The edge of the Milky Way: Orion and Taurus

As it is opposite Scorpius on the Celestial Sphere, Orion will appear in the Eastern horizon as Scorpius sets in the western horizon, and at this time of the year we see it in the early morning sky. Earlier than Orion we can observe the Pleiades and the Hyades. Below is the star Betelgeuse, image taken with Slooh.

Some other bright stars

As seen from New Zealand, the ecliptic runs through the northern part of the sky. That’s why everyone here looks for houses facing north as it’s the sunniest part of the sky. Virgo is very close to the Sun and will be visible only in the first part of the month, with the beautiful star Spica sinking beyond the horizon by the middle of the month. We can also see the stars Zubenelgenubi and Zubeneschamali in Libra, and Nunki in Sagittarius.

Nunki. Sigma Sagitarii. Photo Slooh

Starting from the centre of the Galaxy, to the north Shaula, the stinger of Scorpius is a bright star and going south Atria in Triangulum Australe is prominent.

Oldies but Goldies – famous in the North

In the north, we can see the bright star Altair in Aquila, the constellation of the eagle, a triangle-shaped constellation in north-eastern skies. Lower on the northern horizon, mirroring somewhat Canopus, the second brightest star in the sky which is lower on the southern horizon, is Vega, nicknamed Antopus by the awesome Ian Cooper. This is a play of words with Antares, which means the rival of Mars, Ian says that Vega rises low in the north when Canopus is low in the south and they are like two rival eyeing up each other. Another beautiful star is Albireo, in Cygnus (see below). It is a spectacular blue and red giant double.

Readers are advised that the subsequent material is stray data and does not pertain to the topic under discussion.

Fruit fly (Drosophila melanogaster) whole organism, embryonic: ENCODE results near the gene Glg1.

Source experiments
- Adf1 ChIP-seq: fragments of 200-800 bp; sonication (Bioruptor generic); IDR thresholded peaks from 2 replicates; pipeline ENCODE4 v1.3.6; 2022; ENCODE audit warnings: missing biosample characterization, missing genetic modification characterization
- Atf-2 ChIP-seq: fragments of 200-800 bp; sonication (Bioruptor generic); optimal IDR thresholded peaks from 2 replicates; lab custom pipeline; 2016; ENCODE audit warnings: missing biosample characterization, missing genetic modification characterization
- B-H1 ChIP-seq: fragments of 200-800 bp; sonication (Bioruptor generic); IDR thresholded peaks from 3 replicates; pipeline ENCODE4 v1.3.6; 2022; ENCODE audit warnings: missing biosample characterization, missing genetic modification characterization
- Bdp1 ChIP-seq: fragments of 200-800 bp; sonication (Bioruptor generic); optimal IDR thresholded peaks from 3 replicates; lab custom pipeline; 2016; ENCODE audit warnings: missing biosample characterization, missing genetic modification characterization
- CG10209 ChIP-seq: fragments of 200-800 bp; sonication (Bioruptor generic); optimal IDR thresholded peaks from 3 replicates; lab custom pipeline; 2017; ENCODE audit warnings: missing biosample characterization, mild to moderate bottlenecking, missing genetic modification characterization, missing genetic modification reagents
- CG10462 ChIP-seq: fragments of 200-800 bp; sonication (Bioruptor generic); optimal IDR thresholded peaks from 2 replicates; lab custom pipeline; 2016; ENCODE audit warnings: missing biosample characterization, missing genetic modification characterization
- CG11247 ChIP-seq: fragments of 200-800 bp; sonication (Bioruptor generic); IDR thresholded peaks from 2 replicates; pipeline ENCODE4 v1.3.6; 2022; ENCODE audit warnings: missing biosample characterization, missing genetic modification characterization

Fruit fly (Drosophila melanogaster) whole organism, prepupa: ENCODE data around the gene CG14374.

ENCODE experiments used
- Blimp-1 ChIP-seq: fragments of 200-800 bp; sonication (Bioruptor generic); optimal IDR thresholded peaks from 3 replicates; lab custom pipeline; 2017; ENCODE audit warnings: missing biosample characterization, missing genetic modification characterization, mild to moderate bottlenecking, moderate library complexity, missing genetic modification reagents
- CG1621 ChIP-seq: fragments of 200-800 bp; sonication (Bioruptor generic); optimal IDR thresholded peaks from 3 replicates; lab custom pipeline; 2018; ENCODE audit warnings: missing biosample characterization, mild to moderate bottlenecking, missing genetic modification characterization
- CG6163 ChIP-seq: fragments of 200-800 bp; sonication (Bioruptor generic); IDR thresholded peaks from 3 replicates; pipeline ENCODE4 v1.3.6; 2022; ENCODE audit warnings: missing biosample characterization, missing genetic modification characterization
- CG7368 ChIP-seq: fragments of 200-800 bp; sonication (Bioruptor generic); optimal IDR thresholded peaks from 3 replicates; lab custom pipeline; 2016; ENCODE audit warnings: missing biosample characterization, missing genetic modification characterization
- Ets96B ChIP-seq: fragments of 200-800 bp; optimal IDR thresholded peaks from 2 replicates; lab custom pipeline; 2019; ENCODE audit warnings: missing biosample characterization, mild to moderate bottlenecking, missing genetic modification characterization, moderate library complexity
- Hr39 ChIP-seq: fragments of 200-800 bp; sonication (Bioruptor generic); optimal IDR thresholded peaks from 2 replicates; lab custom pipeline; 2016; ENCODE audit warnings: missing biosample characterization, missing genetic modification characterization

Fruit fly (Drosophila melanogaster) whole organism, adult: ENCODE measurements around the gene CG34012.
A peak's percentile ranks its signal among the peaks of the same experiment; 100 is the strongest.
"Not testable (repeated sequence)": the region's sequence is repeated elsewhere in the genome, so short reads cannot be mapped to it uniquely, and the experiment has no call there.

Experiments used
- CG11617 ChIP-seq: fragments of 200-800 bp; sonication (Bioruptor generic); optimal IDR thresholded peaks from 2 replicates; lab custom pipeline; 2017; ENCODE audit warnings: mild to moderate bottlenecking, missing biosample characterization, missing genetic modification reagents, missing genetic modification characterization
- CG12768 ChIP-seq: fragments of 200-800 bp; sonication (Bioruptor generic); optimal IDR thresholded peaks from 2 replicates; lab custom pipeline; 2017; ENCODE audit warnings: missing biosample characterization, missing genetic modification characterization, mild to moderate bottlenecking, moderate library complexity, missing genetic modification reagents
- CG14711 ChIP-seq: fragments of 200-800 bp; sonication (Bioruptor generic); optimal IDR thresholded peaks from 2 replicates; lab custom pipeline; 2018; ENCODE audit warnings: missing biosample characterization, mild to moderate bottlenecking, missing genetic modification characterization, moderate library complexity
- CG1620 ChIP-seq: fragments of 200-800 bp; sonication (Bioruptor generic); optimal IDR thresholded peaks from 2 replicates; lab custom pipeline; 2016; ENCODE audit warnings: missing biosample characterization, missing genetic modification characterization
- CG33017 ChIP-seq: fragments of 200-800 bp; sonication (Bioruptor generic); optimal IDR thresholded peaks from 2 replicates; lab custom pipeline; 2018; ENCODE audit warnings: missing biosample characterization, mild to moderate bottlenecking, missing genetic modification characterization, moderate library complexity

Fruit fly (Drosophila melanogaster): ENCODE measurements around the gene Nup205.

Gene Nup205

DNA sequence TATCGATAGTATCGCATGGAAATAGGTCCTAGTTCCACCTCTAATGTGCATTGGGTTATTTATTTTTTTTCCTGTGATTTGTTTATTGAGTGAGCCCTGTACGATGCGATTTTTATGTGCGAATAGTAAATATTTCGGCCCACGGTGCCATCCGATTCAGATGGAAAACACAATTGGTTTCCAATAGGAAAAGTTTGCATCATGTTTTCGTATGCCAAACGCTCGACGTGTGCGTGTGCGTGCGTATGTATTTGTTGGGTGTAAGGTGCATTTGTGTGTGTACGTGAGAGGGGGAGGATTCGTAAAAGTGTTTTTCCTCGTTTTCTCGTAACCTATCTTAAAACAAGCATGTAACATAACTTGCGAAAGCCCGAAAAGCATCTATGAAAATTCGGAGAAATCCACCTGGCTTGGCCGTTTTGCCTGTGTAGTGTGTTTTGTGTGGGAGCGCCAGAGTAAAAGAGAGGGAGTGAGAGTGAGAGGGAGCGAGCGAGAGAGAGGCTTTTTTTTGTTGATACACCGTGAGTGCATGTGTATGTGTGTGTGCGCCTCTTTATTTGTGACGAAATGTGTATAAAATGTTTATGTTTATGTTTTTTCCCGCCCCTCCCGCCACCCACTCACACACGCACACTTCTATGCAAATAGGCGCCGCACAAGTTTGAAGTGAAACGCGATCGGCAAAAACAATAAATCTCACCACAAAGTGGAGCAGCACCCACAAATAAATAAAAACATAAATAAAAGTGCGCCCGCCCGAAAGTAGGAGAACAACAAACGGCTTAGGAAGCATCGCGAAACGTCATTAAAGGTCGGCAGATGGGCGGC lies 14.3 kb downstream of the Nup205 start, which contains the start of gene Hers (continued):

Vega has a fabulous Messier object which is really easy to see, that is M57 the Ring Nebula, the remnants of a star. In astronomical terms it is a planetary nebula. Another one of its kind, remnants of a star that died is in Vulpecula, M 27 – Dumbell Nebula. All photos below are taken with Slooh.

Dark patches

Other than the Milky Way Kiwi that can be photographed at length this time of the year, the other famous dark patch is the Coalsack, near the Southern Cross. The coalsack is also known as the flounder, which is the Māori name for it. In deed, if you find a truly dark sky, you will see the resemblance.

The Flounder or the Coalsack, photo: H. Mogosanu. Picture taken at Staveley under a dark sky with a Canon 60D on a tripod.

The Coalsack is an appropriate name, as diamonds are sometimes found in the coal, inside the dark patch, made of interstellar dust matter is the Jewel Box, or the Kappa Crucis Cluster, NGC 4755.

Planets in September 2020

Jupiter and Saturn are in the sky.

Mars is catching up and will soon be at opposition and Venus is in the morning sky, at the beginning of the month is rising around 4:30 AM.